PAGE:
Existing mental health disorders are psychological reasons for stealing and they play a role in the development and progression of kleptomania. For instance, there is a significant rate of general comorbidity among patients with Kleptomania, as seen by the high rates of other impulse control disorders (51.6%), mood disorders (45.2%), anxiety disorders (32.3%), substance use disorders (29%), and OCD (6.5–60%), as per pages 61-68 of the book, “Encyclopedia of Mental Health (Second Edition)” published in 2016 by the Academic Press.A combination of several causes is highly likely to pave the way for kleptomania. For example, genetics and low serotonin levels are both significant kleptomania causes. So, the changes in those genes possibly change the way people control or react to various stimuli and impulses. 

How-to-spot-a-kleptomaniac

What are the characteristics of Kleptomania?

The main characteristics of kleptomania are the inability to resist the urge to steal something, feeling arousal beforehand, and being ashamed or guilty afterward. Kleptomania usually starts in adolescence or early adulthood, but certain people develop it later in life too. Around two-thirds of kleptomania patients are women.

Not all cases of kleptomania are the same. Different types of kleptomania include sporadic kleptomania with brief episodes and long remission periods, episodic kleptomania with protracted stealing periods followed by remission periods, and chronic kleptomania with fluctuation periods.Kleptomania is identified by the fact that the focus is not on the stolen object. Instead, the main emphasis is on the compulsion to steal and the lack of self-control to stop it. A person with kleptomania  hoards things they steal, give them away, or even return them.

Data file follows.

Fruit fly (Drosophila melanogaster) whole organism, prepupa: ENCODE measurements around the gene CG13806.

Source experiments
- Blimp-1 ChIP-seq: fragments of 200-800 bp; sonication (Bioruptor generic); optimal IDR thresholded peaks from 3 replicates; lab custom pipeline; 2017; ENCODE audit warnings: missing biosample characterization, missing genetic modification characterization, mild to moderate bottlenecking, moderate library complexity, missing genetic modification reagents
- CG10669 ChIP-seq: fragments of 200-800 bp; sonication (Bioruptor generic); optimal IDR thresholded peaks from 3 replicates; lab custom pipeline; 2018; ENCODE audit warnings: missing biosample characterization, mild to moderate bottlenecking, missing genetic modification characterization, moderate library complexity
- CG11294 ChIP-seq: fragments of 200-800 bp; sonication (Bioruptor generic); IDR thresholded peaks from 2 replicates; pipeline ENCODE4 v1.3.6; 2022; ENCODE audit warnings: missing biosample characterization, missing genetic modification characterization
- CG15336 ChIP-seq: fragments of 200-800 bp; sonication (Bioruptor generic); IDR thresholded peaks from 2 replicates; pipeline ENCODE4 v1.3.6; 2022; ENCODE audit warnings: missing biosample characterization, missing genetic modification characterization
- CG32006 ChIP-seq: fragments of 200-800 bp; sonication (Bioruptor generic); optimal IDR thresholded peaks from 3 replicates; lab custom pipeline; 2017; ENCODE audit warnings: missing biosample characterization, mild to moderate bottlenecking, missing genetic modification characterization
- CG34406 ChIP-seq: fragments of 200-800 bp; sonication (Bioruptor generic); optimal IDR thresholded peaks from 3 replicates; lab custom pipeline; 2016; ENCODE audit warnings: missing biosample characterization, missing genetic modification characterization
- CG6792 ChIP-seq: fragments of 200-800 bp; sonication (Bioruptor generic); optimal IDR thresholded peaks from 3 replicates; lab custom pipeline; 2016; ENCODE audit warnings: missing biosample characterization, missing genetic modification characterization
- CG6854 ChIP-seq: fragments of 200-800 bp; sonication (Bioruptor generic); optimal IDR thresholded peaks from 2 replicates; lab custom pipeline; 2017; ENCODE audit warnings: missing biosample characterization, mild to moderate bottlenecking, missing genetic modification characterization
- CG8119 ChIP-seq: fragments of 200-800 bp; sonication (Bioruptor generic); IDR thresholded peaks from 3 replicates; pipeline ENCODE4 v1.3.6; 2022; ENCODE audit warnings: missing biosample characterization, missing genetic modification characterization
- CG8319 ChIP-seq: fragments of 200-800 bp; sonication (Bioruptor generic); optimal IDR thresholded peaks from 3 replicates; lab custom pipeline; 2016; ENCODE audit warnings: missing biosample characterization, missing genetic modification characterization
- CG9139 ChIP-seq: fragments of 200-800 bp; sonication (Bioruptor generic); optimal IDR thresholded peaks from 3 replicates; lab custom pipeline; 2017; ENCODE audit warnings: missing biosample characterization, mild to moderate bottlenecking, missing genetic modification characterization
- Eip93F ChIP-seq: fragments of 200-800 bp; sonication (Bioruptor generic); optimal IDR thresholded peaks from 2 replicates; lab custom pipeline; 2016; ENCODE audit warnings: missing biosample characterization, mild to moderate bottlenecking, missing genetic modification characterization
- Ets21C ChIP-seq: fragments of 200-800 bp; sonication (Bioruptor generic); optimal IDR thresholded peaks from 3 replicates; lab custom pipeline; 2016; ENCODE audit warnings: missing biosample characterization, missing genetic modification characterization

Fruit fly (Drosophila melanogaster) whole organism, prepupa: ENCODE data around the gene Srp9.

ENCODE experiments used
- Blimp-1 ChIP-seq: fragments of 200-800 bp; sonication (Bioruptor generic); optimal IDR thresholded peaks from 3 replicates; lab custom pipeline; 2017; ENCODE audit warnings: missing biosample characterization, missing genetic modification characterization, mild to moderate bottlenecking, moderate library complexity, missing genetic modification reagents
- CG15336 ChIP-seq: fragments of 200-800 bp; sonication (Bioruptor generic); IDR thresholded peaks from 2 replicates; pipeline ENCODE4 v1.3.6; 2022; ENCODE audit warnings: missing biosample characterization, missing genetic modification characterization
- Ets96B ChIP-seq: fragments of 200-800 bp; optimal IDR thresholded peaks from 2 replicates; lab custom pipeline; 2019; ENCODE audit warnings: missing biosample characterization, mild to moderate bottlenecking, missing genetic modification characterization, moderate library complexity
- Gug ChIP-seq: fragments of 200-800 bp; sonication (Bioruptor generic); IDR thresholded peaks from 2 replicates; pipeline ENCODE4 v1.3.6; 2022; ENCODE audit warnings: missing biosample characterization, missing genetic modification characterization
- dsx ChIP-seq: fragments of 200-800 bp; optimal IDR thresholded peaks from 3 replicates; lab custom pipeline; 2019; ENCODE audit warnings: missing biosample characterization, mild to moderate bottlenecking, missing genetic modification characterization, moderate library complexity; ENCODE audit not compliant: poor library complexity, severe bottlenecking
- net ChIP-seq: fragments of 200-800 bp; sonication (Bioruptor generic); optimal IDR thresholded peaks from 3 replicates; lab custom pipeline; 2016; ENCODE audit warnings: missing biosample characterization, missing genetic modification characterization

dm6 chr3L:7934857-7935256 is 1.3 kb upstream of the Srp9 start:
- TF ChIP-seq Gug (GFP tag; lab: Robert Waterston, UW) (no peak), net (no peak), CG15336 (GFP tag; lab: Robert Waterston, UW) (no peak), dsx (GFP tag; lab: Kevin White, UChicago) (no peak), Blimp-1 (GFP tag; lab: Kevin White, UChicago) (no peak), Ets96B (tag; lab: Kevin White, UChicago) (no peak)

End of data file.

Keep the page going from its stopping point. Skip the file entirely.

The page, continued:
What are the risk factors of Kleptomania?

Doctor-talking-to-a-patient

Risk factors for kleptomania include family history and having another mental illness. Having a first-degree relative (sibling or parent) with kleptomania, OCD, and substance use disorder makes a person more likely to develop this disorder as well. 

Most people with stealing addiction have other mental illnesses such as anxiety, bipolar disorder, substance use disorder, and personality disorder. In other words, the presence of other mental health problems increases the risk of developing kleptomania too.

Besides family history and the presence of other mental illnesses, there are other factors that contribute to kleptomania. These include low serotonin levels, head trauma such as concussion, imbalance in the brain’s opioid system, and being a female. An article titled, “Stealing” last updated in 2017 on Healthline reported that two-thirds of patients with kleptomania are women.